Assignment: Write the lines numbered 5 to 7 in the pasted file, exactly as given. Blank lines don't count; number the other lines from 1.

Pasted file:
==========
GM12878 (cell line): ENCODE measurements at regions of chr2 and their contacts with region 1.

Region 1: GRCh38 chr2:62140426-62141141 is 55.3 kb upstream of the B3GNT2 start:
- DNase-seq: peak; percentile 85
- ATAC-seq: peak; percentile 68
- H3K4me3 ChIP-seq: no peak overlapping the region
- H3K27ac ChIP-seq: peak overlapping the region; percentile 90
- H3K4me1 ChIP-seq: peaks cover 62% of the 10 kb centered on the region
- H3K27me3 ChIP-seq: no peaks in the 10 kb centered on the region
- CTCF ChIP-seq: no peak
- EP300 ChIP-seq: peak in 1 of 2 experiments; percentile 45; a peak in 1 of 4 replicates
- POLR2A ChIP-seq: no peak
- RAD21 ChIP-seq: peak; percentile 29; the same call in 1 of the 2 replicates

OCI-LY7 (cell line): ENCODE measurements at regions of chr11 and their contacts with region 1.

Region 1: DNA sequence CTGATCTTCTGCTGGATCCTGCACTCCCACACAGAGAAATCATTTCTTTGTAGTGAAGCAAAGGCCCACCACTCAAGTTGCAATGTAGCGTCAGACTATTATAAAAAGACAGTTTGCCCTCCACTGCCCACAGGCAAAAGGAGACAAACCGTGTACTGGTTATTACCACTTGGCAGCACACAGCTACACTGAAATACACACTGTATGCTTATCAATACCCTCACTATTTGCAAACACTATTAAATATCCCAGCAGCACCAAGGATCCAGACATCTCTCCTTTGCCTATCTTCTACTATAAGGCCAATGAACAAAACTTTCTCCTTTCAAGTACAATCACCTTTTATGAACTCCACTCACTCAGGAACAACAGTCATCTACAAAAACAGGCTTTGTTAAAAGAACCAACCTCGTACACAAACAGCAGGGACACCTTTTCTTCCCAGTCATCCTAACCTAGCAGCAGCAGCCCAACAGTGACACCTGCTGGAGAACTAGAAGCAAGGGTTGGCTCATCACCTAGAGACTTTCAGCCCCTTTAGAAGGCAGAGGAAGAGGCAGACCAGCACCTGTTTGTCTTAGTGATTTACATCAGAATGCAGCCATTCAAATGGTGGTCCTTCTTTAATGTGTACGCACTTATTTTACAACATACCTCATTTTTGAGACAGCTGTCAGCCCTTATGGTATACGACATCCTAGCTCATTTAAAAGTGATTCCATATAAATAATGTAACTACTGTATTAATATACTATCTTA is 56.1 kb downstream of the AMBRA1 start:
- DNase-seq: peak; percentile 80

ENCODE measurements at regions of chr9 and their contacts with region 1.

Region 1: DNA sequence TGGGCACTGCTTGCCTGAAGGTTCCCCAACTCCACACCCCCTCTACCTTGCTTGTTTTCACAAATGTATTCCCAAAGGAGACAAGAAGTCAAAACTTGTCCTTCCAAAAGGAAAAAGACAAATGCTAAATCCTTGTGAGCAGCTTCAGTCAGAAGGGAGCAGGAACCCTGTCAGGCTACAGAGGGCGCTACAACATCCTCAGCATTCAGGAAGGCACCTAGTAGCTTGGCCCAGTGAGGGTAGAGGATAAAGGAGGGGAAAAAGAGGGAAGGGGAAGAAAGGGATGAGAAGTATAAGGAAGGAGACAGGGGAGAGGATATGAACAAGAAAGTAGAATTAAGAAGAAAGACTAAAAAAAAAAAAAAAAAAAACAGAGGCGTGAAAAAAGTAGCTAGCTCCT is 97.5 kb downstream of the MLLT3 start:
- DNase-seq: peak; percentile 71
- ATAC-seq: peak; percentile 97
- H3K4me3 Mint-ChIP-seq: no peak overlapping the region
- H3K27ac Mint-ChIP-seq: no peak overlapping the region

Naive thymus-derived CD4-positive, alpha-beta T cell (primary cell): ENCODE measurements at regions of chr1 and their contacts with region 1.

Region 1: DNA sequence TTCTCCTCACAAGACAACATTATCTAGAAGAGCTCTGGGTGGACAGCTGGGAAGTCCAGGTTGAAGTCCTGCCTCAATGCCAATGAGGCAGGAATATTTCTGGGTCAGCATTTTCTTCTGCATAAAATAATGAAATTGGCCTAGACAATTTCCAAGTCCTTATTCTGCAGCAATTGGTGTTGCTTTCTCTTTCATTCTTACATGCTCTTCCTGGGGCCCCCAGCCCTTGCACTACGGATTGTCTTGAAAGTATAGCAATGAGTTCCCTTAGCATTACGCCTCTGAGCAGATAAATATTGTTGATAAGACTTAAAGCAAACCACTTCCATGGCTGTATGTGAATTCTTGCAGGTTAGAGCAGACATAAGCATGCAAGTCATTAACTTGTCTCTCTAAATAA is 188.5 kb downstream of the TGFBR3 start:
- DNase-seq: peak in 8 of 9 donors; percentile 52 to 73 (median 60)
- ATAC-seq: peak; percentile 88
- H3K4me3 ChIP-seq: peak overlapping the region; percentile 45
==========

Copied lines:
- H3K4me3 ChIP-seq: no peak overlapping the region
- H3K27ac ChIP-seq: peak overlapping the region; percentile 90
- H3K4me1 ChIP-seq: peaks cover 62% of the 10 kb centered on the region